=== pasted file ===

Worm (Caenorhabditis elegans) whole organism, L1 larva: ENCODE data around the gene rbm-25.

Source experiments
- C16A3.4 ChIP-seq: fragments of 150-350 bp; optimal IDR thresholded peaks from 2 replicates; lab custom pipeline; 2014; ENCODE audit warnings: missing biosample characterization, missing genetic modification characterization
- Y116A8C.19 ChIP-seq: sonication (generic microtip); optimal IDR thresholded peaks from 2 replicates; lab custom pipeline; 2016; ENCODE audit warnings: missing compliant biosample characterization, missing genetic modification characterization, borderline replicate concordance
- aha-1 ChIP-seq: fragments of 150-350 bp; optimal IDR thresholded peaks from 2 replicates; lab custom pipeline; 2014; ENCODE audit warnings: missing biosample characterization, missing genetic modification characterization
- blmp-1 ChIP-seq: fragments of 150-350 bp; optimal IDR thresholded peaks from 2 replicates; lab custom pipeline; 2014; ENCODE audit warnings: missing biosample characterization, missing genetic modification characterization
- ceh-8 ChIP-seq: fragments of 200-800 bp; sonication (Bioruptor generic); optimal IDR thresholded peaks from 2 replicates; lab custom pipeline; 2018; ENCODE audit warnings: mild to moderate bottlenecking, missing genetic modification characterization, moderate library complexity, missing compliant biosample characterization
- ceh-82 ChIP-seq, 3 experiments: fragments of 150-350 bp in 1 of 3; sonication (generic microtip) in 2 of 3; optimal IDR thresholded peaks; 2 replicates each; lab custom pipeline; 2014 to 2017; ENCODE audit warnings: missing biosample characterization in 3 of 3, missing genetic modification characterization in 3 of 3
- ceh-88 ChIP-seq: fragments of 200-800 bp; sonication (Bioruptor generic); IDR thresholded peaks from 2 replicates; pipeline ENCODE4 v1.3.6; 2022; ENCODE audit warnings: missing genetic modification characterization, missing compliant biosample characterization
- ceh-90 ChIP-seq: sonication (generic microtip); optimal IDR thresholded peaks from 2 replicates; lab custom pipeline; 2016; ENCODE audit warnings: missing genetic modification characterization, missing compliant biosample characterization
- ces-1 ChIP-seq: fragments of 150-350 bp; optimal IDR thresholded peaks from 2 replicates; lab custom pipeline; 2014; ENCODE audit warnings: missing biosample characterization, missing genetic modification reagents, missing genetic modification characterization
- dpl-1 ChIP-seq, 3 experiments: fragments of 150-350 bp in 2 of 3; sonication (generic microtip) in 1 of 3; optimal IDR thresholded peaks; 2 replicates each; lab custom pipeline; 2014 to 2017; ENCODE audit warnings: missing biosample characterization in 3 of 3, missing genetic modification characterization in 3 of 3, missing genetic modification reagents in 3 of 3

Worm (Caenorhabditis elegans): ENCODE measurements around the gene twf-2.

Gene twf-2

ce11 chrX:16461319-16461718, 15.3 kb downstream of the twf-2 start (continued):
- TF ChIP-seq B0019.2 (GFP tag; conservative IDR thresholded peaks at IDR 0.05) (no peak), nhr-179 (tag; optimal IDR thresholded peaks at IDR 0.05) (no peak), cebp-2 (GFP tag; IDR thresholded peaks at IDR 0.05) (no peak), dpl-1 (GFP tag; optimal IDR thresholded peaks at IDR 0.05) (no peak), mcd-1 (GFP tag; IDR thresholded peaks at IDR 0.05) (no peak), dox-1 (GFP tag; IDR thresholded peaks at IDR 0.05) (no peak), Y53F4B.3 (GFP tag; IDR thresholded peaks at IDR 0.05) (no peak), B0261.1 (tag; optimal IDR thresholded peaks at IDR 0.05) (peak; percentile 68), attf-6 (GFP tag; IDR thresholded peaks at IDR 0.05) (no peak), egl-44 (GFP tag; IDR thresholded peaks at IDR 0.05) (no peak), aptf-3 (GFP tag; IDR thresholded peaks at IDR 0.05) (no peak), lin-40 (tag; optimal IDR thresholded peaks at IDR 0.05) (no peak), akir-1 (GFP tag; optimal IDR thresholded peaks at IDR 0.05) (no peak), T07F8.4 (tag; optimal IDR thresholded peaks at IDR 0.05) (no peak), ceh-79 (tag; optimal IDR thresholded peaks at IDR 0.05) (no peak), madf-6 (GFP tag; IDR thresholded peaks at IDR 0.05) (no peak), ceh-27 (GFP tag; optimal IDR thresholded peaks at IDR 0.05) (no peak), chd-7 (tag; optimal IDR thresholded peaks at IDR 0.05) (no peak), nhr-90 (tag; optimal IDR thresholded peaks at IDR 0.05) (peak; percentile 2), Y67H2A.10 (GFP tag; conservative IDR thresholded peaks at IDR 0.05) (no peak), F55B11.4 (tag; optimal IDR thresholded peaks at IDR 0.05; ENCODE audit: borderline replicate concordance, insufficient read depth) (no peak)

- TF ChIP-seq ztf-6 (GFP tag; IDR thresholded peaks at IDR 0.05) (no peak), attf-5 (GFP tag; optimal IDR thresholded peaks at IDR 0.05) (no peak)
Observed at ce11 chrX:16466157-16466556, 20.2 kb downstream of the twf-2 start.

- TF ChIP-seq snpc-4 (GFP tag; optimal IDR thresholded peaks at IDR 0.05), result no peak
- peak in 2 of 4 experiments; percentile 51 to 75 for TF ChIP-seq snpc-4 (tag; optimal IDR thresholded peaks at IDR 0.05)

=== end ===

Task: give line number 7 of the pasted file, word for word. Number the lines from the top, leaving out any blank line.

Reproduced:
- ceh-8 ChIP-seq: fragments of 200-800 bp; sonication (Bioruptor generic); optimal IDR thresholded peaks from 2 replicates; lab custom pipeline; 2018; ENCODE audit warnings: mild to moderate bottlenecking, missing genetic modification characterization, moderate library complexity, missing compliant biosample characterization